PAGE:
Fred Thompson has made the tough enforcement of immigration laws
a cornerstone of his presidential campaign platform, running
television ads in Iowa titled "No Amnesty" and skewering rivals for
their immigration records.
But at least twice as a US senator, Mr. Thompson personally
intervened on behalf of immigrants at risk of deportation, according
to papers in his Senate archives here and interviews with the
In 1999, he pleaded with the US Immigration and Naturalization
Service to reinstate a green-card application from a Korean family
who became illegal when their visas expired. In 2000, Thompson
passed a private law to grant green cards - or permanent residence -
to a disabled Bolivian widow and three of her children. Under public
law, the family would have had to leave the United States.
The episodes reveal a greater open-mindedness toward immigrants
in legal limbo than has been evident from Thompson on the campaign
"I'm very appreciating about what he do," the Bolivian widow,
Jacqueline Salinas, of Memphis, Tenn., said in a phone interview
last week. "He's a blessing for my family."
She says she became a US citizen this year.
In letters to federal officials and in remarks in the Senate at
the time, Thompson said the families deserved special treatment for
"humanitarian reasons" and their "extraordinary circumstances." In
memos to Thompson, Senate aides also noted the prospect of positive
The headline of an August 1999 news release from his Senate
office read, "Thompson Introduces Legislation to Assist St. Jude
Ms. Salinas and her husband came to the United States in 1996 on
tourist visas so their 7-year-old daughter could receive medical
care for a rare cancer. About a year later, her husband and a 3-
year-old daughter were killed in a car accident that Salinas says
left her paralyzed while seven-months pregnant.
The family stayed in the United States by renewing six-month
visas. "Because they do not meet the requirements for permanent
residence under current immigration law ... the Salinas family will
be forced to leave the United States following the expiration of
their tourist visas," Thompson said in a September 1999 letter
asking Sen. Spencer Abraham, then chairman of the immigration
subcommittee, to consider his private bill. "It is my hope that we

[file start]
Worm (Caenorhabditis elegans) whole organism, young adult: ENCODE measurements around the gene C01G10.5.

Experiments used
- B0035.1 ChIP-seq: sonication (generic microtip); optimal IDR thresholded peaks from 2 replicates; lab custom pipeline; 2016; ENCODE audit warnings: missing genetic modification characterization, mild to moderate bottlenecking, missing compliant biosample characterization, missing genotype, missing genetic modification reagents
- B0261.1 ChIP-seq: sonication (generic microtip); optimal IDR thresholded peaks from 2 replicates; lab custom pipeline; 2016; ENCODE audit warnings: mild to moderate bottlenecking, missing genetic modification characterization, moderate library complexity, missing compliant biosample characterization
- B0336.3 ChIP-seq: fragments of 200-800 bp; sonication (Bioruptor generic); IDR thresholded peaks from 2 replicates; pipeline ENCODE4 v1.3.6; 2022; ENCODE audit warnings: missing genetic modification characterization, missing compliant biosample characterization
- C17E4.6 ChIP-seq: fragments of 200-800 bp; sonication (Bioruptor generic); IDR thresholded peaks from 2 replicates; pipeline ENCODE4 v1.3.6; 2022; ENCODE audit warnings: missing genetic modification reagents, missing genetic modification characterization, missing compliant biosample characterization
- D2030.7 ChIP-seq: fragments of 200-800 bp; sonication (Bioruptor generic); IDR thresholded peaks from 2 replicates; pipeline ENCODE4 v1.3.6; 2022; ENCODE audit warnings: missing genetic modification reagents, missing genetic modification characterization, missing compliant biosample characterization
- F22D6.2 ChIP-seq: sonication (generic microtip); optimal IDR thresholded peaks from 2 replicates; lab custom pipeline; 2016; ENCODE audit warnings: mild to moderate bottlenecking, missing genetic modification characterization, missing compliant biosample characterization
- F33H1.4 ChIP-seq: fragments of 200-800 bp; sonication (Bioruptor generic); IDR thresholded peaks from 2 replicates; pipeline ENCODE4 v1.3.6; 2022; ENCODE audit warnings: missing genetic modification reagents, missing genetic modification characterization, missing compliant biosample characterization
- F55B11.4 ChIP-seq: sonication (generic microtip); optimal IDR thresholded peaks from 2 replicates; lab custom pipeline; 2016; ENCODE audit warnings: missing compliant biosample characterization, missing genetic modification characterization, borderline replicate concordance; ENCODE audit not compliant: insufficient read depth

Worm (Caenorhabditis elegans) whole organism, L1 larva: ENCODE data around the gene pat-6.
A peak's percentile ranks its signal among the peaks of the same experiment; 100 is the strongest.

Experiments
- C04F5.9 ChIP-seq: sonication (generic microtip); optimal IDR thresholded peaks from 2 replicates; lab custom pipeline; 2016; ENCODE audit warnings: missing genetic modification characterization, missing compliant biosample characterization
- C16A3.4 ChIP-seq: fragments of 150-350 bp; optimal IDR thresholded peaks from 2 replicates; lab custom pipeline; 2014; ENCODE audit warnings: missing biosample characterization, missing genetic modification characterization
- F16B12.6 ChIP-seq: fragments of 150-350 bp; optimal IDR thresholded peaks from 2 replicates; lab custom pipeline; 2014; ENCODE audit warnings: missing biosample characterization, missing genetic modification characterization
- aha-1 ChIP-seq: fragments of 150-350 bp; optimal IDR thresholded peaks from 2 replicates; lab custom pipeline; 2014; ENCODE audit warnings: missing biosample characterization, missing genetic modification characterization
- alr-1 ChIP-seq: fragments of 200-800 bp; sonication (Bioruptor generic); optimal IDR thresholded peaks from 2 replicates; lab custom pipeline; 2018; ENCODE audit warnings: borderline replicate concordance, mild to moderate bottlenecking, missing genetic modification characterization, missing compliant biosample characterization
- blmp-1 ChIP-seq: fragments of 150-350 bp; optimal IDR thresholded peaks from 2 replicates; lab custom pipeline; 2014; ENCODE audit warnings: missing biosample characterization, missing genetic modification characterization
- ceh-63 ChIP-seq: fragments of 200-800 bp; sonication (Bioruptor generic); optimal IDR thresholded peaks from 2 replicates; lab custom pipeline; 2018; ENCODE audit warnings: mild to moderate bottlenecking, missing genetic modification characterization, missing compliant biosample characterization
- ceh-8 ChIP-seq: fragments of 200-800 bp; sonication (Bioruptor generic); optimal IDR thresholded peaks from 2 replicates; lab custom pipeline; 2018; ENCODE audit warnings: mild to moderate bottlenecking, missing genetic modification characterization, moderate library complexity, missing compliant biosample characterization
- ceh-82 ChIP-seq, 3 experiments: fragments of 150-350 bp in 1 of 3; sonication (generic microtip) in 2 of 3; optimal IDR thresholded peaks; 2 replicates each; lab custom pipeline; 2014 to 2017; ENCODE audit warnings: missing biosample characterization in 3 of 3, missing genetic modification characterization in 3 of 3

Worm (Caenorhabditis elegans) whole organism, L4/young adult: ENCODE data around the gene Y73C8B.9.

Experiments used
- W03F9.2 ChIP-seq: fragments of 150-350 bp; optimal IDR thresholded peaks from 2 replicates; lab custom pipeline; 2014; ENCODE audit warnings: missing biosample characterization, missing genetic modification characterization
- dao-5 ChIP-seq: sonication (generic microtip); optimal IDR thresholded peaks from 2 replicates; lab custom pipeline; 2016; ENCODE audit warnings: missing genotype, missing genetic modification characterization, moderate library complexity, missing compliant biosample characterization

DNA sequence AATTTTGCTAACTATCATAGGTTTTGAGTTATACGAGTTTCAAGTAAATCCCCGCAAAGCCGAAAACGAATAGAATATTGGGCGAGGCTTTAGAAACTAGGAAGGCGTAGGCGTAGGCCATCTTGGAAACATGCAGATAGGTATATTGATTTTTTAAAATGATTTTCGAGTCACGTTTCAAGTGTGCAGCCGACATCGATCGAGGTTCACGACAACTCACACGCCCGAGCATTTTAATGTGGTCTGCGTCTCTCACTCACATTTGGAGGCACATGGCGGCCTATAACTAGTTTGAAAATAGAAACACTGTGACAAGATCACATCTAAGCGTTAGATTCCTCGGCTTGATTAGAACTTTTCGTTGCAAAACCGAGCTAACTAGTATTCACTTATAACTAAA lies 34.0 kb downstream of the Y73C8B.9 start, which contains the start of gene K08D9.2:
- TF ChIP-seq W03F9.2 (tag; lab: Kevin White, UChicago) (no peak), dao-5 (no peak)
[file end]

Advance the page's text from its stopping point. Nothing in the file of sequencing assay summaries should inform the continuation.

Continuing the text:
can act soon to prevent another tragic setback for the Salinas
The Korean family, Seung and Eun Kyung Lee, came to the United
States with their son in 1988 on business and tourist visas, Mr. Lee
said in an interview. When the visas expired around 1994, they
became "out of status," or illegal, according to Mr. Lee and a
September 1999 memo to Thompson from an aide.
In 1994, the family paid a $1,000 penalty that allowed Ms. Lee's
father, a US citizen, to sponsor a petition to "adjust" them to
legal status. But in May 1999, with the petition still pending, the
father died, which would normally trigger an automatic revocation.
A few months later, Thompson wrote to a senior INS official,
asking that the petition be reinstated under a humanitarian
exception. "To deport this family and send them back to South Korea
now because of INS processing delays ... would pose an undue
hardship on the Lees and their children," he wrote, describing the
family as "model citizens in the Nashville community."
The next month, the INS made the exception. A spokeswoman for US
Citizenship and Immigration Services said the agency couldn't
comment on specific cases because of privacy laws.
The Lees regained legal status in 2000 when their green-card
application was approved, Mr. Lee said. "Mr. Thompson stood for my
family," he said in a phone interview last week. "We were very, very
Lee and his wife became citizens this year, he said. He owns a
home-building firm, and the family lives in a four-bedroom house in
the Nashville suburbs. …